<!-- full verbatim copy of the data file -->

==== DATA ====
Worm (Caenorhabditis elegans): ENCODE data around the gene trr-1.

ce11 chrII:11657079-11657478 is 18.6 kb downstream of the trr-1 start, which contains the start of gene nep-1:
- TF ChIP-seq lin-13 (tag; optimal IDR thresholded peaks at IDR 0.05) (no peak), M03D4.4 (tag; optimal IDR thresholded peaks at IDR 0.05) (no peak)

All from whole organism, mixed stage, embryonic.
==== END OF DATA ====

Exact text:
Worm (Caenorhabditis elegans): ENCODE data around the gene trr-1.

ce11 chrII:11657079-11657478 is 18.6 kb downstream of the trr-1 start, which contains the start of gene nep-1:
- TF ChIP-seq lin-13 (tag; optimal IDR thresholded peaks at IDR 0.05) (no peak), M03D4.4 (tag; optimal IDR thresholded peaks at IDR 0.05) (no peak)

All from whole organism, mixed stage, embryonic.